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  • https://www.accessdata.fda.gov/cms_ia/importalert_139.html. Accessed Jan. 7, 2019
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  • Jao, S. W., Lee, W., and Ho, Y. S. Effect of germanium on 1,2-dimethylhydrazine-induced intestinal cancer in rats. Dis.Colon Rectum 1990;33(2):99-104. View abstract.
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  • Nakada, Y., Kosaka, T., Kuwabara, M., Tanaka, S., Sato, K., and Koide, F. Effects of 2-carboxythylgerumanium sesquioxide (Ge-132) as an immunological modifier of post-surgical immunosuppression in dogs. J Vet.Med.Sci. 1993;55(5):795-799. View abstract.
  • Obara, K., Saito, T., Sato, H., Yamakage, K., Watanabe, T., Kakizawa, M., Tsukamoto, T., Kobayashi, K., Hongo, M., and Yoshinaga, K. Germanium poisoning: clinical symptoms and renal damage caused by long-term intake of germanium. Jpn.J.Med. 1991;30(1):67-72. View abstract.
  • Peng X, Lingxia Z, Schrauzer GN, Xiong G. Selenium, boron, and germanium deficiency in the etiology of Kashin-Beck disease. Biol Trace Elem Res 2000;77:193-7.. View abstract.
  • Pronai, L. and Arimori, S. Protective effect of carboxyethylgermanium sesquioxide (Ge-132) on superoxide generation by 60Co-irradiated leukocytes. Biotherapy 1991;3(3):273-279. View abstract.
  • Raisin, J., Hess, B., Blatter, M., Zimmermann, A., Descoeudres, C., Horber, F. F., and Jaeger, P. [Toxicity of an organic Germanium compound: deleterious consequences of a "natural remedy"]. Schweiz.Med.Wochenschr. 1-8-1992;122(1-2):11-13. View abstract.
  • Sanai T, Okuda S, Onoyama K, et al. Germanium dioxide-induced nephropathy: a new type of renal disease. Nephron. 1990;54:53-60.. View abstract.
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  • Tsutsumi, Y., Tanaka, J., Kanamori, H., Musashi, M., Minami, H., Fukushima, A., Yamato, H., Ehira, N., Kawamura, T., Obara, S., Ogura, N., Asaka, M., Imamura, M., and Masauzi, N. Effectiveness of propagermanium treatment in multiple myeloma patients. Eur.J Haematol. 2004;73(6):397-401. View abstract.
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  • Wada T, Hanyu T, Nozaki K, et al. Antioxidant activity of Ge-132, a synthetic organic germanium, on cultured mammalian cells. Biol Pharm Bull. 2018;41(5):749-753. View abstract.
  • Woolley, P. V., Ahlgren, J. D., Byrne, P. J., Priego, V. M., and Schein, P. S. A Phase I trial of spirogermanium administered on a continuous infusion schedule. Invest New Drugs 1984;2(3):305-309. View abstract.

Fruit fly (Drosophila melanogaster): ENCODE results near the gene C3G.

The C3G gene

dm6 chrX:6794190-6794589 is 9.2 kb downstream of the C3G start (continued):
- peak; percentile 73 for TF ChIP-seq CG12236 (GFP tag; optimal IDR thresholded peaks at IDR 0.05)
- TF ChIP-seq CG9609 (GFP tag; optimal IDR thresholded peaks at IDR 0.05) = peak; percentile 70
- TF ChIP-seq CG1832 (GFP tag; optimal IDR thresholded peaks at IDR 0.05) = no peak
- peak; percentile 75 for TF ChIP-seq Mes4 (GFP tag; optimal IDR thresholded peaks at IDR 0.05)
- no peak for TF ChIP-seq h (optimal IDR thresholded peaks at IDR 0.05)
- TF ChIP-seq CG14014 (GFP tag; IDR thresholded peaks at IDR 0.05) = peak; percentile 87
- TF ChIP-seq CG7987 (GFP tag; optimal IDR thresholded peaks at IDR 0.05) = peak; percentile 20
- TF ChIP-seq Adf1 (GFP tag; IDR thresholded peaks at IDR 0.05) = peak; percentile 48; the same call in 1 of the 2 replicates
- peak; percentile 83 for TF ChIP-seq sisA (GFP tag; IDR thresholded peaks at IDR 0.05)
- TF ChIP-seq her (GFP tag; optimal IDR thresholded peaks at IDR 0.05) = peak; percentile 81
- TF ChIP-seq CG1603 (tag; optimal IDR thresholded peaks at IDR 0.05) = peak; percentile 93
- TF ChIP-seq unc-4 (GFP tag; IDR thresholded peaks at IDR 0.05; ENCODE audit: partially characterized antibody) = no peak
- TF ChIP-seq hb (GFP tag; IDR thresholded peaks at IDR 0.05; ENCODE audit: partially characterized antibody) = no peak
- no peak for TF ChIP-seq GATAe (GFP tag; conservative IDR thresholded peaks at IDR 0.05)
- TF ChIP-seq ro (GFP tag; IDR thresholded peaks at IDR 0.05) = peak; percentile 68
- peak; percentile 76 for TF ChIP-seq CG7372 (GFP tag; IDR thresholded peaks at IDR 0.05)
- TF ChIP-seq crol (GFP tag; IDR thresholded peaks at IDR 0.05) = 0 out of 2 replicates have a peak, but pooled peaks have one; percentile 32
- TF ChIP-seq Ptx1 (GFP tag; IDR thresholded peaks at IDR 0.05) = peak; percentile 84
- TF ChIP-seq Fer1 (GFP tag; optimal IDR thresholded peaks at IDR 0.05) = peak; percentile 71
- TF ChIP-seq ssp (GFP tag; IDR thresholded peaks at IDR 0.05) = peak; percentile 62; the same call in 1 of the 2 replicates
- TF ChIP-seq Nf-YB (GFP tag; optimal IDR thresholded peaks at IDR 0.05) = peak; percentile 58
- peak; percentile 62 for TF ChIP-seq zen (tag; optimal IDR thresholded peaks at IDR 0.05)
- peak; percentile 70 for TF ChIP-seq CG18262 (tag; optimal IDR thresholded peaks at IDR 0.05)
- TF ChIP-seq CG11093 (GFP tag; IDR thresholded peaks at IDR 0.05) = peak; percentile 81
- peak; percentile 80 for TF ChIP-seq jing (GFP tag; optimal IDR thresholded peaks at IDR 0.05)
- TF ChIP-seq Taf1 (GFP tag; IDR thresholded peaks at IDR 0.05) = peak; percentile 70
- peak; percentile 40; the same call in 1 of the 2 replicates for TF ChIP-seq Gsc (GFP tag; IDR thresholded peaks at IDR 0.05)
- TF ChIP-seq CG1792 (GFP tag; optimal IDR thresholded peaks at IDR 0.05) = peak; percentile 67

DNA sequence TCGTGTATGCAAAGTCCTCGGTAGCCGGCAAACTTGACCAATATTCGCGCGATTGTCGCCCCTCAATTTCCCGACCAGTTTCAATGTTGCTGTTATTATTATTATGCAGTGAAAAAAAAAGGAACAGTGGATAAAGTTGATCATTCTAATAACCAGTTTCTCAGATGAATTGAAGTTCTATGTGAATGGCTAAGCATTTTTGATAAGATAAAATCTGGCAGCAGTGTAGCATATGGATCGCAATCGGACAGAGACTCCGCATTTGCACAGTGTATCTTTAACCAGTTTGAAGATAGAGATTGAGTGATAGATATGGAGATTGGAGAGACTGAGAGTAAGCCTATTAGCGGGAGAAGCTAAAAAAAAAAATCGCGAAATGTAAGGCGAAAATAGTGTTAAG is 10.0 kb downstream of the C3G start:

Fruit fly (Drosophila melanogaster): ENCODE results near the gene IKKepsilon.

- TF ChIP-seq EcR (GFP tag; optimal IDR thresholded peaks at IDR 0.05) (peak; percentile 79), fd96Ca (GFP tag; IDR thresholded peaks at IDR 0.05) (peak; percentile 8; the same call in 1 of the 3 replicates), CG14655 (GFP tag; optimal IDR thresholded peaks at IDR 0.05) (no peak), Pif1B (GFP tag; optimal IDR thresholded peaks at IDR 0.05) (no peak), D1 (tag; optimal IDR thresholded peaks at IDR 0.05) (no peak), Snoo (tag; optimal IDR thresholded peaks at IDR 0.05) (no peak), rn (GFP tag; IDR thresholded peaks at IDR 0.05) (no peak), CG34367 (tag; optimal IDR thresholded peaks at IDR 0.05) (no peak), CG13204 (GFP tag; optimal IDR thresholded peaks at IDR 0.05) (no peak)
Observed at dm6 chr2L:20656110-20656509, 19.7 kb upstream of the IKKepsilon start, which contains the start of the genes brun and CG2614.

• Yanagisawa H, Yamazaki N, Sato G, Wada O. L-Arginine treatment may prevent tubulointerstitial nephropathy caused by germanium dioxide. Kidney Int 2000;57:2275-84.. View abstract.
  • Yang MK, Kim YG. Protective role of germanium-132 against paraquat-induced oxidative stress in the livers of senescence-accelerated mice. J Toxicol Environ Health A 1999;58:289-97.. View abstract.
  • Asaka T, Nitta E, Makifuchi T, et al. Germanium intoxication with sensory ataxia. J Neurol Sci 1995;130:220-3.. View abstract.
  • Aso, H., Suzuki, F., Yamaguchi, T., Hayashi, Y., Ebina, T., and Ishida, N. Induction of interferon and activation of NK cells and macrophages in mice by oral administration of Ge-132, an organic germanium compound. Microbiol.Immunol. 1985;29(1):65-74. View abstract.
  • Becker BN. Ginseng-induced diuretic resistance. JAMA 1996;276:606-7. View abstract.
  • Budman DR, Schulman P, Vinciguerra V, Degnan TJ. Phase I trial of spirogermanium given by infusion in a multiple-dose schedule. Cancer Treat Rep 1982;66:173-5.. View abstract.
  • DiMartino, M. J., Lee, J. C., Badger, A. M., Muirhead, K. A., Mirabelli, C. K., and Hanna, N. Antiarthritic and immunoregulatory activity of spirogermanium. J Pharmacol Exp.Ther. 1986;236(1):103-110. View abstract.
  • Ettinger DS, Finkelstein DM, Donehower RC, et al. Phase II study of N-methylformamide, spirogermanium, and 4-demethoxydaunorubicin in the treatment of non-small cell lung cancer (EST 3583): an Eastern Cooperative Oncology Group study. Med Pediatr Oncol 1989;17:197-201.. View abstract.

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CONDITIONS OF USE AND IMPORTANT INFORMATION: This information is meant to supplement, not replace advice from your doctor or healthcare provider and is not meant to cover all possible uses, precautions, interactions or adverse effects. This information may not fit your specific health circumstances. Never delay or disregard seeking professional medical advice from your doctor or other qualified health care provider because of something you have read on WebMD. You should always speak with your doctor or health care professional before you start, stop, or change any prescribed part of your health care plan or treatment and to determine what course of therapy is right for you.

This copyrighted material is provided by Natural Medicines Comprehensive Database Consumer Version. Information from this source is evidence-based and objective, and without commercial influence. For professional medical information on natural medicines, see Natural Medicines Comprehensive Database Professional Version.